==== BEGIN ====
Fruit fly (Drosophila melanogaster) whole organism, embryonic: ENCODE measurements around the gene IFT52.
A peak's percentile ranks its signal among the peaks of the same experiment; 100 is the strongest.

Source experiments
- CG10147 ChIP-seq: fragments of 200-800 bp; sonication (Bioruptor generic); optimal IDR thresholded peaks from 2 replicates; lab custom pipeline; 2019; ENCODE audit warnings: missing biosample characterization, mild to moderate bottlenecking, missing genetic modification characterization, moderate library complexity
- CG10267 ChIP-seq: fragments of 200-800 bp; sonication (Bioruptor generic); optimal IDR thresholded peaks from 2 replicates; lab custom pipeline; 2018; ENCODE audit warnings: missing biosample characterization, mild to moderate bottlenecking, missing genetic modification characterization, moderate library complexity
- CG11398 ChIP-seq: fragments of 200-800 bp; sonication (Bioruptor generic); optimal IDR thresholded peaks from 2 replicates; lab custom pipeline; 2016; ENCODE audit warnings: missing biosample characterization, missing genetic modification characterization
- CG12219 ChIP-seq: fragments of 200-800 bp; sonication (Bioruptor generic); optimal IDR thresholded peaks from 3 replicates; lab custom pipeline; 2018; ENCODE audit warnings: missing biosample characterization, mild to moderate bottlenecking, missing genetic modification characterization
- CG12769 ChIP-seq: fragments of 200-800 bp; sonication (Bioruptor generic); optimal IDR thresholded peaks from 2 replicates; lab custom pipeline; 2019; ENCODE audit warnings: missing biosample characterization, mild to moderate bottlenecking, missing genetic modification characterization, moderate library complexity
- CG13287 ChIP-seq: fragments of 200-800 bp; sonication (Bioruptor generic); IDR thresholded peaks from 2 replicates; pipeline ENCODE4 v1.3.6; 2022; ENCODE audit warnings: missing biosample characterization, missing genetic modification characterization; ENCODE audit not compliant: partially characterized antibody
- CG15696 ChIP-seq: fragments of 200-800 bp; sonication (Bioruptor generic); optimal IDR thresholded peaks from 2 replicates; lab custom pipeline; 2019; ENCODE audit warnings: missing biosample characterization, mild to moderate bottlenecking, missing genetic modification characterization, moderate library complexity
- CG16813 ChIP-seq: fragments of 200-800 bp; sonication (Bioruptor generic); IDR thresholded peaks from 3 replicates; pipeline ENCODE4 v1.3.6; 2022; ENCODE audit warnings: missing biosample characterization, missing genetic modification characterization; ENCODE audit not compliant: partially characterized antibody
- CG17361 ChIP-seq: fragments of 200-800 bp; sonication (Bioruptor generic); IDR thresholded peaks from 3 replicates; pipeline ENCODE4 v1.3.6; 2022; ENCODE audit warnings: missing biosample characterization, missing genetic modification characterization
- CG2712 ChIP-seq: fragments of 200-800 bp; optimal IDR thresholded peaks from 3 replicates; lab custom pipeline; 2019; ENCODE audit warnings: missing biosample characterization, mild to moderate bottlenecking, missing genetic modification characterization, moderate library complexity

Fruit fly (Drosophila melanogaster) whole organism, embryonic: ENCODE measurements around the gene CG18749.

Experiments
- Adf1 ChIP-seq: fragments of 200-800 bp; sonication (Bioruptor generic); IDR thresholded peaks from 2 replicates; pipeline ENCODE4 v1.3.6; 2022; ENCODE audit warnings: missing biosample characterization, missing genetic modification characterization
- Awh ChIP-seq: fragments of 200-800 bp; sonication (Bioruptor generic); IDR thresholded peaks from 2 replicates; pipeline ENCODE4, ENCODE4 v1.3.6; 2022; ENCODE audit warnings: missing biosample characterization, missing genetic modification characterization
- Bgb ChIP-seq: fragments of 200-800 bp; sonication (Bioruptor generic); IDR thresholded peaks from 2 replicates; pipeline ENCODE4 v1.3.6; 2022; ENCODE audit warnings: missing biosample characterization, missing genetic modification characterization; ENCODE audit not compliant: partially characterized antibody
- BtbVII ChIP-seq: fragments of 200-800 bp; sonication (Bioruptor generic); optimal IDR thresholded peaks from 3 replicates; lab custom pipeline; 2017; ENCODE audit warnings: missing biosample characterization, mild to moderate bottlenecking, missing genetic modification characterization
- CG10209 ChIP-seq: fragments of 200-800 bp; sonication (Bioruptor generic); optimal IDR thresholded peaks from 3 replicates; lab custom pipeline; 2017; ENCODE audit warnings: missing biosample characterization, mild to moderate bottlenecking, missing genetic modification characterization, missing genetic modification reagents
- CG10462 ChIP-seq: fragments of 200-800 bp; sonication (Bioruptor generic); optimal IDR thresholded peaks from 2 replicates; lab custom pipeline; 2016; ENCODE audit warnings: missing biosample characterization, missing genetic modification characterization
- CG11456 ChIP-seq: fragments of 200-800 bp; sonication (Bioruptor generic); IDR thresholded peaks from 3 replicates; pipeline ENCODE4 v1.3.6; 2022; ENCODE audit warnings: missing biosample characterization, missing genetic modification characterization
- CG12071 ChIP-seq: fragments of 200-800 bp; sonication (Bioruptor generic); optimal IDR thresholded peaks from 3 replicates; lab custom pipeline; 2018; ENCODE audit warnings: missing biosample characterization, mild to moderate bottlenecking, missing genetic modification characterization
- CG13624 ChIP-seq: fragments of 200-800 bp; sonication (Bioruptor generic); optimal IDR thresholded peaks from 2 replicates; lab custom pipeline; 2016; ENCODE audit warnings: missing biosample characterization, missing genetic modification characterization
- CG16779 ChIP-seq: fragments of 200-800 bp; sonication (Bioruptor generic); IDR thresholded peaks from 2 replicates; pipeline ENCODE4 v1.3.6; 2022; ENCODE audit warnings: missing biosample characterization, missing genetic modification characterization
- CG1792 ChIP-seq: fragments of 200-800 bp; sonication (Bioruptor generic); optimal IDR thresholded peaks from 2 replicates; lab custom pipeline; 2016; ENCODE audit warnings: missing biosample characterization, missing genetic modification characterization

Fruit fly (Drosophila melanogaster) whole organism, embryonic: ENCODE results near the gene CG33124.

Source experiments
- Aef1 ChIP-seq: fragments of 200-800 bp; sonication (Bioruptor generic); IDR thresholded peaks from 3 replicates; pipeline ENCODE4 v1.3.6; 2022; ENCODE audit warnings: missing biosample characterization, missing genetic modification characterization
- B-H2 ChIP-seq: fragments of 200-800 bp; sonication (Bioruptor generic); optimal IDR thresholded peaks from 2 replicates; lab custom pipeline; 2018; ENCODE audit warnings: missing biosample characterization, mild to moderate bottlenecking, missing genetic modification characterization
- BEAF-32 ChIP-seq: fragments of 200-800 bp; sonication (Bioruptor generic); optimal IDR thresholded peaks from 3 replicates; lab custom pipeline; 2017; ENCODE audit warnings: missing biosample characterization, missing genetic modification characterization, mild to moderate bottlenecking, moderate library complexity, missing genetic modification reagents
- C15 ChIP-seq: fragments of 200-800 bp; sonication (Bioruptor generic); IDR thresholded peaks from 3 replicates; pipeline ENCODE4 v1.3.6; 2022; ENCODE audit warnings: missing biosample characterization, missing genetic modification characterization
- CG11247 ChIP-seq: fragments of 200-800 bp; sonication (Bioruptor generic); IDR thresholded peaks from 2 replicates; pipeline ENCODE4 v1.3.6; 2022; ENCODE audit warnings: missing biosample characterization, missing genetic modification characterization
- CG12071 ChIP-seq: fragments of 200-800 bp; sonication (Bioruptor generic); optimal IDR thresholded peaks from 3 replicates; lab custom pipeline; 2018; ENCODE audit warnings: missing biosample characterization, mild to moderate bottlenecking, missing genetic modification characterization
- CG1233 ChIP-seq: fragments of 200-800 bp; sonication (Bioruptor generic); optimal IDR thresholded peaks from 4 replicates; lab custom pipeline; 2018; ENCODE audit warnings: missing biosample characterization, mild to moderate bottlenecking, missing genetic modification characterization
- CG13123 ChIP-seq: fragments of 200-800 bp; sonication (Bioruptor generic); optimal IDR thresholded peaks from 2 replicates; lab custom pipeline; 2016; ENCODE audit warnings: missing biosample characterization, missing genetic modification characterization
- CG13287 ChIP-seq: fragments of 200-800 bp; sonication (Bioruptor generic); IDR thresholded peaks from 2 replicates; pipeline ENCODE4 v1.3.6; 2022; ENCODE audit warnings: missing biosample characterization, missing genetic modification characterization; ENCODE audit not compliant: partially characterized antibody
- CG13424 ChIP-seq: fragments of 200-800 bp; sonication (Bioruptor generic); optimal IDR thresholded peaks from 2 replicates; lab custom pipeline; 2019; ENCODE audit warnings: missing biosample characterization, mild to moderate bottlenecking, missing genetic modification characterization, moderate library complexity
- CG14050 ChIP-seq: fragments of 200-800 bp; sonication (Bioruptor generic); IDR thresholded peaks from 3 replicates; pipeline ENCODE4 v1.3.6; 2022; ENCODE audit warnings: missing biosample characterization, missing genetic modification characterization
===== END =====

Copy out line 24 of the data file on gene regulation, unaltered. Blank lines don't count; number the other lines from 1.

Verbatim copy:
- CG13624 ChIP-seq: fragments of 200-800 bp; sonication (Bioruptor generic); optimal IDR thresholded peaks from 2 replicates; lab custom pipeline; 2016; ENCODE audit warnings: missing biosample characterization, missing genetic modification characterization